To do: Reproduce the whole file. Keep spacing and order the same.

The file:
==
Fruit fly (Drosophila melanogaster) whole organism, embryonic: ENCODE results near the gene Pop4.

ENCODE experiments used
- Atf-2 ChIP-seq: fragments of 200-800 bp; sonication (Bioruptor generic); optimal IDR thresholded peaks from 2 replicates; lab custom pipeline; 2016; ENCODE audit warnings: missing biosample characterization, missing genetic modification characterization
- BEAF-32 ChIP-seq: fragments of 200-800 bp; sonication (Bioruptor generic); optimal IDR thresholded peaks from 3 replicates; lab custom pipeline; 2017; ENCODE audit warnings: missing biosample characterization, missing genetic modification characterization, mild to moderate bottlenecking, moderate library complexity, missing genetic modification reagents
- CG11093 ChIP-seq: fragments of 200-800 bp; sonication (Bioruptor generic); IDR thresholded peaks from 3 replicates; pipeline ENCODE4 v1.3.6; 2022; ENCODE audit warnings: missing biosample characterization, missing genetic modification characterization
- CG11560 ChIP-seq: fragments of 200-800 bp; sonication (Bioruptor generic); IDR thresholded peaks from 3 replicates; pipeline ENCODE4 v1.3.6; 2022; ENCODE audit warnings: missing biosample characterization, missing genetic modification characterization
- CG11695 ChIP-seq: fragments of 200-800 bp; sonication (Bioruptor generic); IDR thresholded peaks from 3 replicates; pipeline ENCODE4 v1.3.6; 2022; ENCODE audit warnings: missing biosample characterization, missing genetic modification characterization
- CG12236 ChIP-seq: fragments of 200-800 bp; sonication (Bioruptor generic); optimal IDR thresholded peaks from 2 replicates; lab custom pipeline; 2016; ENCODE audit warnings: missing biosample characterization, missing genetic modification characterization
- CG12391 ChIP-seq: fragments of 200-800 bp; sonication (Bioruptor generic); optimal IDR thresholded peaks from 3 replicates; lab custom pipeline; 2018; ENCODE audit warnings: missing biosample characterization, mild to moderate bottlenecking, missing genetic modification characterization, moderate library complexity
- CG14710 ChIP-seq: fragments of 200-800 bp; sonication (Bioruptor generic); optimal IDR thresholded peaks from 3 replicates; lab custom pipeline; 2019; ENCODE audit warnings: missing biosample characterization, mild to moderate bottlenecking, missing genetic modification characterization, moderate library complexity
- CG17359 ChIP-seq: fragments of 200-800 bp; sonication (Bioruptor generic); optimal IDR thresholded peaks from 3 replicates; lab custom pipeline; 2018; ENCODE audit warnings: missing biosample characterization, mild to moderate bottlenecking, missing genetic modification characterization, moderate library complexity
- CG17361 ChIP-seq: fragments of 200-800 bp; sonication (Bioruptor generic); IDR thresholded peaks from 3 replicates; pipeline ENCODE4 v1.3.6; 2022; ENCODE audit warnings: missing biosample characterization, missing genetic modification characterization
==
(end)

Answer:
Fruit fly (Drosophila melanogaster) whole organism, embryonic: ENCODE results near the gene Pop4.

ENCODE experiments used
- Atf-2 ChIP-seq: fragments of 200-800 bp; sonication (Bioruptor generic); optimal IDR thresholded peaks from 2 replicates; lab custom pipeline; 2016; ENCODE audit warnings: missing biosample characterization, missing genetic modification characterization
- BEAF-32 ChIP-seq: fragments of 200-800 bp; sonication (Bioruptor generic); optimal IDR thresholded peaks from 3 replicates; lab custom pipeline; 2017; ENCODE audit warnings: missing biosample characterization, missing genetic modification characterization, mild to moderate bottlenecking, moderate library complexity, missing genetic modification reagents
- CG11093 ChIP-seq: fragments of 200-800 bp; sonication (Bioruptor generic); IDR thresholded peaks from 3 replicates; pipeline ENCODE4 v1.3.6; 2022; ENCODE audit warnings: missing biosample characterization, missing genetic modification characterization
- CG11560 ChIP-seq: fragments of 200-800 bp; sonication (Bioruptor generic); IDR thresholded peaks from 3 replicates; pipeline ENCODE4 v1.3.6; 2022; ENCODE audit warnings: missing biosample characterization, missing genetic modification characterization
- CG11695 ChIP-seq: fragments of 200-800 bp; sonication (Bioruptor generic); IDR thresholded peaks from 3 replicates; pipeline ENCODE4 v1.3.6; 2022; ENCODE audit warnings: missing biosample characterization, missing genetic modification characterization
- CG12236 ChIP-seq: fragments of 200-800 bp; sonication (Bioruptor generic); optimal IDR thresholded peaks from 2 replicates; lab custom pipeline; 2016; ENCODE audit warnings: missing biosample characterization, missing genetic modification characterization
- CG12391 ChIP-seq: fragments of 200-800 bp; sonication (Bioruptor generic); optimal IDR thresholded peaks from 3 replicates; lab custom pipeline; 2018; ENCODE audit warnings: missing biosample characterization, mild to moderate bottlenecking, missing genetic modification characterization, moderate library complexity
- CG14710 ChIP-seq: fragments of 200-800 bp; sonication (Bioruptor generic); optimal IDR thresholded peaks from 3 replicates; lab custom pipeline; 2019; ENCODE audit warnings: missing biosample characterization, mild to moderate bottlenecking, missing genetic modification characterization, moderate library complexity
- CG17359 ChIP-seq: fragments of 200-800 bp; sonication (Bioruptor generic); optimal IDR thresholded peaks from 3 replicates; lab custom pipeline; 2018; ENCODE audit warnings: missing biosample characterization, mild to moderate bottlenecking, missing genetic modification characterization, moderate library complexity
- CG17361 ChIP-seq: fragments of 200-800 bp; sonication (Bioruptor generic); IDR thresholded peaks from 3 replicates; pipeline ENCODE4 v1.3.6; 2022; ENCODE audit warnings: missing biosample characterization, missing genetic modification characterization